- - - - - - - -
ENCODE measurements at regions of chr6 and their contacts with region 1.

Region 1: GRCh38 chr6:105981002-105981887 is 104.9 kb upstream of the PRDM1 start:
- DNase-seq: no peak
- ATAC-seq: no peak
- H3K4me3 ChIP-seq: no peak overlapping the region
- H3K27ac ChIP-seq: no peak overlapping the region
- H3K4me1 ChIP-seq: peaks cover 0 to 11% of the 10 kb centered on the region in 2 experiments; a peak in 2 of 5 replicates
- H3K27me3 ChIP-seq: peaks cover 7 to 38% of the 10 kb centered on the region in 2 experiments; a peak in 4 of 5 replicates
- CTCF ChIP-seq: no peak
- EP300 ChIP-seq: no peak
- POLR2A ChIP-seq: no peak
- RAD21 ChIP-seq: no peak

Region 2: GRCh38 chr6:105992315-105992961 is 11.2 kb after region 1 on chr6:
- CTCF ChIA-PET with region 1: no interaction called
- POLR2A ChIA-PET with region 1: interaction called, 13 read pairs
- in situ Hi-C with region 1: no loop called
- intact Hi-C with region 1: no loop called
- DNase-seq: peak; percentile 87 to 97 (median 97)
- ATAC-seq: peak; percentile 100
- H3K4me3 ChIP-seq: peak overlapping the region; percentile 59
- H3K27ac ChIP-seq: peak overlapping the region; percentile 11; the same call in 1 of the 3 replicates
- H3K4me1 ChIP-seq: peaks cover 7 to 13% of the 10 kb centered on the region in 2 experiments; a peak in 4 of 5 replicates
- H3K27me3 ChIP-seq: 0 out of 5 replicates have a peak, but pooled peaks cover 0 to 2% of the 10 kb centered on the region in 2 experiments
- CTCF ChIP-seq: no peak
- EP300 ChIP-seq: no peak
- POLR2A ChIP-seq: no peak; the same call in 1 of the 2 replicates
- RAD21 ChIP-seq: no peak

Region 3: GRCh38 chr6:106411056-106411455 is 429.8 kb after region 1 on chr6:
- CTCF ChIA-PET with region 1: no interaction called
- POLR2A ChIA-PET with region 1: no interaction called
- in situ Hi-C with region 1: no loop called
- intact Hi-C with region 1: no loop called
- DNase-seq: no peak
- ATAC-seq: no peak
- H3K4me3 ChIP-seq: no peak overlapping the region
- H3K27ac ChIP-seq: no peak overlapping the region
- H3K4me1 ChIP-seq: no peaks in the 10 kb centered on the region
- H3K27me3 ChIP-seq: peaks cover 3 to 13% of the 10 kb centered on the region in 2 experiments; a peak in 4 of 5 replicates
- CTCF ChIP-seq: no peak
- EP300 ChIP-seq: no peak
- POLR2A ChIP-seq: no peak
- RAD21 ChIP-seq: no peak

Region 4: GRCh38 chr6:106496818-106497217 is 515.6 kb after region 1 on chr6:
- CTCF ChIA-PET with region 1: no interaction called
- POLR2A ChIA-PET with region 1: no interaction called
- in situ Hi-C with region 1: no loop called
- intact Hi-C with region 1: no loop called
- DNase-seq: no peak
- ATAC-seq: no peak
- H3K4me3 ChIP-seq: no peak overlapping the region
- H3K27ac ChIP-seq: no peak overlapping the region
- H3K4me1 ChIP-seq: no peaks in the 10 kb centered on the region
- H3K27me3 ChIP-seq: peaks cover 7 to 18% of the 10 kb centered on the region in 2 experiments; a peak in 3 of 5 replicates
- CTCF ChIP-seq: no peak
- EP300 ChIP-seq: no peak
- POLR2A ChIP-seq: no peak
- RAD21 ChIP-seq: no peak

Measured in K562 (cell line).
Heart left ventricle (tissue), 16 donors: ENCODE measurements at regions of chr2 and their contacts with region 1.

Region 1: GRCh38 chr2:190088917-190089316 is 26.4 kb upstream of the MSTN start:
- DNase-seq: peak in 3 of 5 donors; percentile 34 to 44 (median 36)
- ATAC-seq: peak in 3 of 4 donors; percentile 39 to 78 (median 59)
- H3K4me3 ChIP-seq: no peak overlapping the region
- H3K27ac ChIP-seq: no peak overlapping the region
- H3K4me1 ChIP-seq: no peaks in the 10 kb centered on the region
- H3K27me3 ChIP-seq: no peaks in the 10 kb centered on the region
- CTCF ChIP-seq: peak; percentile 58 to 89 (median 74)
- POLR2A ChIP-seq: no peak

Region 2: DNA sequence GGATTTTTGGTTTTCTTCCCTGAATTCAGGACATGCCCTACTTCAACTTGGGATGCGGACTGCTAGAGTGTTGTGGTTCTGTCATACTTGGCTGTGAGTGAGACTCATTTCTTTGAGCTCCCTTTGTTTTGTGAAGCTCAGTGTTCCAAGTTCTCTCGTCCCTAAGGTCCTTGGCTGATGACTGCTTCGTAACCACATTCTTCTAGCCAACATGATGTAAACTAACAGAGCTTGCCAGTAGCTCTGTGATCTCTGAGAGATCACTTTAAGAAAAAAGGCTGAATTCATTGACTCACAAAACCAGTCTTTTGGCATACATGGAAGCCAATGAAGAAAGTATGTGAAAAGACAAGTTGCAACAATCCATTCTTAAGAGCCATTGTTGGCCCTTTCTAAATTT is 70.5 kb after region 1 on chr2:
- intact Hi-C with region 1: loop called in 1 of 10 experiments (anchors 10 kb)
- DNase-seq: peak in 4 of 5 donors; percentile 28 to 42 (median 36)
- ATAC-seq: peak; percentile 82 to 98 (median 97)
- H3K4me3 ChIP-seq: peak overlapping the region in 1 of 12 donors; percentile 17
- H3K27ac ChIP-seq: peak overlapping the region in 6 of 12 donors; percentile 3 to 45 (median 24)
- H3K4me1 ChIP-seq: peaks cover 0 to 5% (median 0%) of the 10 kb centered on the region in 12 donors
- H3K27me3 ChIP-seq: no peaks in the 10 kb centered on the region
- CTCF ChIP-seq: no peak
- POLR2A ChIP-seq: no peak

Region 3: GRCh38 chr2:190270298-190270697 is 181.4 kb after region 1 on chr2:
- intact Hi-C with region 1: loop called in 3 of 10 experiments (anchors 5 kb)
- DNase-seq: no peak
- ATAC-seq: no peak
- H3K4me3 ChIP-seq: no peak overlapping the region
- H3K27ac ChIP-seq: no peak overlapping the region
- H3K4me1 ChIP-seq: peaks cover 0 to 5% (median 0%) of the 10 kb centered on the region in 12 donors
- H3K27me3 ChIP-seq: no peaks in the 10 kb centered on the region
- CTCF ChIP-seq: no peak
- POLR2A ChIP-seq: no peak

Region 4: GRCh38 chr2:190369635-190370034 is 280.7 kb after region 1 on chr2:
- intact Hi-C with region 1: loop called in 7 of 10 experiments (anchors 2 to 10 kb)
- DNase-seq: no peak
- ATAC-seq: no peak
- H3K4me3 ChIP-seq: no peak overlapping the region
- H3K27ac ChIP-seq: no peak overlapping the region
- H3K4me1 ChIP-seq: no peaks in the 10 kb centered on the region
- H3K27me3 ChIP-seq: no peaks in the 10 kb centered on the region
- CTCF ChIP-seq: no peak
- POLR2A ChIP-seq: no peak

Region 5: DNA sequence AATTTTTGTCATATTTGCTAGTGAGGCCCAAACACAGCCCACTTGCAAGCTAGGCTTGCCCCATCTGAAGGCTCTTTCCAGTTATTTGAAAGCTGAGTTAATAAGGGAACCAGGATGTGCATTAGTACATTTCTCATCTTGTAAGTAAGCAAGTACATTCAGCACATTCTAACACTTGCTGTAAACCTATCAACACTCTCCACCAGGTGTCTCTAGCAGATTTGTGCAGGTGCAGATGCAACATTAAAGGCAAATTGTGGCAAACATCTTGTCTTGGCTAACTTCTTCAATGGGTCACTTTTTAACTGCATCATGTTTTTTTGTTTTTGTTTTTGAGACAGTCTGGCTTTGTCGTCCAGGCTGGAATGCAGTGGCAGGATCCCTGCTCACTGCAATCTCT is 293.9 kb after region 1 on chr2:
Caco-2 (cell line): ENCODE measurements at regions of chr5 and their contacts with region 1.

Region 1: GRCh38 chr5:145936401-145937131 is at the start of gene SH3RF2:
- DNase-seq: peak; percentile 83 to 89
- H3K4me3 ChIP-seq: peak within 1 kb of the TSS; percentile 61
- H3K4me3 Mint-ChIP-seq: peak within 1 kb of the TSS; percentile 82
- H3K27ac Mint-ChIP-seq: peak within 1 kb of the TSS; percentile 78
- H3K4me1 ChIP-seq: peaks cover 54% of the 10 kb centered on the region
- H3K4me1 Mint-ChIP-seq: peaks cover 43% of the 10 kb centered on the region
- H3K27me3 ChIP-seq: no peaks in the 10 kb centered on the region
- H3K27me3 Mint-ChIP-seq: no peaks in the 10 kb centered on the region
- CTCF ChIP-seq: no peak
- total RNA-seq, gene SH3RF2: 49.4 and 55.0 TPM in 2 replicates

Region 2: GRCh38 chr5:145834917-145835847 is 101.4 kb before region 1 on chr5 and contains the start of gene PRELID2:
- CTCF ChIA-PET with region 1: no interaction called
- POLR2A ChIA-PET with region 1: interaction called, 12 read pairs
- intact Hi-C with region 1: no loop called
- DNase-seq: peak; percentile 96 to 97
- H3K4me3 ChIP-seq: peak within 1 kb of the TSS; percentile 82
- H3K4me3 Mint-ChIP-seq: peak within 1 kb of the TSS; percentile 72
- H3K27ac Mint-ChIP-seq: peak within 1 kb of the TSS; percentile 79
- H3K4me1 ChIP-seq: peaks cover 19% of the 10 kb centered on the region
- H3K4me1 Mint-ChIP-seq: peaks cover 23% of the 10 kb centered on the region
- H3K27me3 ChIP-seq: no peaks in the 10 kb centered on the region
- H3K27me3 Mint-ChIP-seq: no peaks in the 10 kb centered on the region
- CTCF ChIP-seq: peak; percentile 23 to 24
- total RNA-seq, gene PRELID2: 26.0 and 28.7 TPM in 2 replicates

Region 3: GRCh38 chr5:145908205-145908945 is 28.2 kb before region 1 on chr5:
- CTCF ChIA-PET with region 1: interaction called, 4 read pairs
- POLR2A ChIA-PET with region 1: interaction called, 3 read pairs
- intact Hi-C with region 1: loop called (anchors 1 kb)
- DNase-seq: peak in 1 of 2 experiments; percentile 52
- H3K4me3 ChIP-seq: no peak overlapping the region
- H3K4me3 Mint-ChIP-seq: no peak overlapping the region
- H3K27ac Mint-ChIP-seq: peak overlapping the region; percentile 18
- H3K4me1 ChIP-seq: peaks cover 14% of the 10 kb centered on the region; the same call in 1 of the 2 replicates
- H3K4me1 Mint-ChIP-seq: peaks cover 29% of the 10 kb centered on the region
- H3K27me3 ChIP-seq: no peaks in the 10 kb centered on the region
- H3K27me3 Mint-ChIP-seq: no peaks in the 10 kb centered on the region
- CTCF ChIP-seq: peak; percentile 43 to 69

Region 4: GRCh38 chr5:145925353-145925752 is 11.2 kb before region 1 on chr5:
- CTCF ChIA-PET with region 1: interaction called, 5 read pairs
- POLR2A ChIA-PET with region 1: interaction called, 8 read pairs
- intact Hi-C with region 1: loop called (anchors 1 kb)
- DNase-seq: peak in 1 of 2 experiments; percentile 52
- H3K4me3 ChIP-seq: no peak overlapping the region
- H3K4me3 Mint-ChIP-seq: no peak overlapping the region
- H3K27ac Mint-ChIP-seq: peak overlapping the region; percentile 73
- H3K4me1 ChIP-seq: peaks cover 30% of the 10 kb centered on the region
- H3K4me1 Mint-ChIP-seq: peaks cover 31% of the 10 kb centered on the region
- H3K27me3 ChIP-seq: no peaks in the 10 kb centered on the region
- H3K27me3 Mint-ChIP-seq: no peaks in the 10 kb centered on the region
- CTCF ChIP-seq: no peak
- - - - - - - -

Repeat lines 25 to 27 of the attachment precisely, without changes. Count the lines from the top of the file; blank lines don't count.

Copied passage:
- EP300 ChIP-seq: no peak
- POLR2A ChIP-seq: no peak; the same call in 1 of the 2 replicates
- RAD21 ChIP-seq: no peak